Six U of M students slept in front of UMSU University Centre for five days last week to raise funds for homeless youth in Winnipeg.
Five days for the Homeless, an initiative started by the University of Alberta’s school of business, has now become a national campaign in which 22 post-secondary institutions across Canada participate in an effort to fundraise for the homeless in their local communities.
Six Students – Austin Coombes, Michael Catanese, Julia Krovats, Aaron Menon, Emily Baker, and Quinn Desrochers – signed up to be “sleepers” for the U of M’s 2018 campaign.
Coombes said the group set a fundraising goal of $20,000, and as of March 16 – the final day of the campaign – the sleepers had raised more than $18,000, surpassing previous year’s goal.
“We’re just over $18,000 right now, and that’s not including some sponsors that we’re still waiting on and things like that. So we’re doing pretty well and pretty excited about that,” Catanese said.
According to the group’s Facebook page, the group raised $20,000 through donations and sponsorships collectively.
The sleepers had to abide by a few rules during the time spent outside, which included leaving behind any form of identification, money, cell phones, and laptops – except during classes. The participants had no access to showers, and were only allowed to consume donated food items and drinks.
Krovats said the close “replication” of homelessness was strategic, to encourage people to donate to their cause.
“We know this is very different from what reality is like when you’re homeless but we’re mainly just trying to create some buzz around this fundraiser and get people to come out and see what’s going on and encourage more people to donate money,” said Krovats.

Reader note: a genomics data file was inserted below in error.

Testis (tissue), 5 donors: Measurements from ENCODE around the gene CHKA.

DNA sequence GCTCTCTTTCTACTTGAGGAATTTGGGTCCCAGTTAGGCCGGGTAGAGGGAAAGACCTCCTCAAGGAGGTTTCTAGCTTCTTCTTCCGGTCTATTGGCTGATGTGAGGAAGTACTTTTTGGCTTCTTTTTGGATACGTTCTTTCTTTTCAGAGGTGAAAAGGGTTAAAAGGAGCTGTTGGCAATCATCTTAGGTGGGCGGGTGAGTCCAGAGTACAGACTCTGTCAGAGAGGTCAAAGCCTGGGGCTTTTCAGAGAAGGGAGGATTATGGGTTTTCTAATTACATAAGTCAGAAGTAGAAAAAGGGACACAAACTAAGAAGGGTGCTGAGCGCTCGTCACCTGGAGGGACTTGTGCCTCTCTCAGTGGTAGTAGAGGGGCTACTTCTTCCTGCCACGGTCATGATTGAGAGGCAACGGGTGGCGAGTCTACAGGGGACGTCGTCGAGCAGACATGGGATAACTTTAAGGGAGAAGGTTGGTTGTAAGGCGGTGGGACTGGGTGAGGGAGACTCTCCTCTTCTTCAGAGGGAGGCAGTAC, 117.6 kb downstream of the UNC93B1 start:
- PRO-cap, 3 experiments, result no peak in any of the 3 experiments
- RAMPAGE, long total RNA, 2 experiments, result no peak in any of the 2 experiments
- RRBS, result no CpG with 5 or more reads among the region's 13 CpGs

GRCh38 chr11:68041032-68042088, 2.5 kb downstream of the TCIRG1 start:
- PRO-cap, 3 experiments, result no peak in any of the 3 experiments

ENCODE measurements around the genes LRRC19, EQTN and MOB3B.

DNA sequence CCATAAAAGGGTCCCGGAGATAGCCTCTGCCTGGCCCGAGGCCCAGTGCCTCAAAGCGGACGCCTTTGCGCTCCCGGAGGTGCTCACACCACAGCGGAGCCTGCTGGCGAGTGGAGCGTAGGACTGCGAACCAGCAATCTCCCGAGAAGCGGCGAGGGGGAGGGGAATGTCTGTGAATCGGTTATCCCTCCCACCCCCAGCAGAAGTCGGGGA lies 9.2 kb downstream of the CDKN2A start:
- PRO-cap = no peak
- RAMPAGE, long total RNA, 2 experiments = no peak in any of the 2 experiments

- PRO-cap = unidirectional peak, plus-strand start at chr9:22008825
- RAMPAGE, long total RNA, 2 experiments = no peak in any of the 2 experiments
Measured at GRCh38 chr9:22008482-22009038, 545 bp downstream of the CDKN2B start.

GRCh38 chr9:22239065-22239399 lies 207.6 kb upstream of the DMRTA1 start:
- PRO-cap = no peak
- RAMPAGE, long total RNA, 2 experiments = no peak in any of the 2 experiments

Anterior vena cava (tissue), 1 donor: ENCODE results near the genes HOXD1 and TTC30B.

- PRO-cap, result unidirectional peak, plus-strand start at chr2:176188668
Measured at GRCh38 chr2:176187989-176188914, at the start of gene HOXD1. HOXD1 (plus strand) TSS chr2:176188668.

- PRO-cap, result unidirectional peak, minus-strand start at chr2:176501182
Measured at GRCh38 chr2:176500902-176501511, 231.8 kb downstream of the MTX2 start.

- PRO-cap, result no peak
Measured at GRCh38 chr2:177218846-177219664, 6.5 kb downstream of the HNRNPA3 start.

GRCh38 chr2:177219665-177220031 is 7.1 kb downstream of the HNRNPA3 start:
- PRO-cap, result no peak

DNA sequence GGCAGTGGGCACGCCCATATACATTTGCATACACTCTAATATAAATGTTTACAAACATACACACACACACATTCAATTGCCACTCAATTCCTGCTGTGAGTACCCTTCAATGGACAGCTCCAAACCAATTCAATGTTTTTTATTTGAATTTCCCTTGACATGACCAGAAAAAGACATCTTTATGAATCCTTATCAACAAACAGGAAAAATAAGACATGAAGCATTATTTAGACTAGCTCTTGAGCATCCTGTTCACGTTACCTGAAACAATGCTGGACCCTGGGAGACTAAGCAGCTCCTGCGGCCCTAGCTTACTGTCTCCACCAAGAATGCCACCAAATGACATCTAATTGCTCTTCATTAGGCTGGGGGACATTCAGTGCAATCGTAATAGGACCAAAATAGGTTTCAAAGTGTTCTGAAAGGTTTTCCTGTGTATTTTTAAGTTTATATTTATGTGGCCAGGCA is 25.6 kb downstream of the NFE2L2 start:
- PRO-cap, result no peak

Coombes added that one difference was that while they were camped outside, friends came around to offer moral support, noting that homeless people often lack this kind of support network.
Menon, one of the participants, said the restrictions could not be compared to actual homelessness, particularly the mental health aspect.
“We have people here that come and they’ll support us, they’ll bring us food, because we can’t eat unless it’s donated to us,” Menon said.
Menon added that people were surprised to hear they would indeed sleep outdoors over the five days.
“Think about how many youth and people across Winnipeg and the rest of Canada do this every single night,” he said. “If we can do it five nights and that’s what we have to do to get your attention, sounds great, I’ll do it, no problem.”
Menon said the campaign also motivates students, especially those newer to the university community, to become involved in similar initiatives that aim to help the less fortunate.
All funds raised will be donated to the Rsource Assistance for Youth, Inc. (RaY), a “non-profit street-level agency” dedicated to helping homeless youth.
Menon expressed admiration for RaY, observing that the agency was “really making a huge difference in the lives of Winnipeggers.”
As of 2016, RaY had moved 137 youths off the street and provided them with permanent housing, alongside developing employment and training opportunities for youth.